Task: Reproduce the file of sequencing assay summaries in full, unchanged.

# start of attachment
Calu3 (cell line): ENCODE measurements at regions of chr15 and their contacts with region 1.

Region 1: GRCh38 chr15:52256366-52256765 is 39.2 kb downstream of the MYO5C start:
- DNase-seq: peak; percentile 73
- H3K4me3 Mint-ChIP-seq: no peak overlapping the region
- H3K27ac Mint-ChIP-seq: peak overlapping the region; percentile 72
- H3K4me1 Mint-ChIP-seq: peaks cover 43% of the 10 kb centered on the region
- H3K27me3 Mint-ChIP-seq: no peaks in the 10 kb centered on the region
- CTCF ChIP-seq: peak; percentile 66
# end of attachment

Calu3 (cell line): ENCODE measurements at regions of chr15 and their contacts with region 1.

Region 1: GRCh38 chr15:52256366-52256765 is 39.2 kb downstream of the MYO5C start:
- DNase-seq: peak; percentile 73
- H3K4me3 Mint-ChIP-seq: no peak overlapping the region
- H3K27ac Mint-ChIP-seq: peak overlapping the region; percentile 72
- H3K4me1 Mint-ChIP-seq: peaks cover 43% of the 10 kb centered on the region
- H3K27me3 Mint-ChIP-seq: no peaks in the 10 kb centered on the region
- CTCF ChIP-seq: peak; percentile 66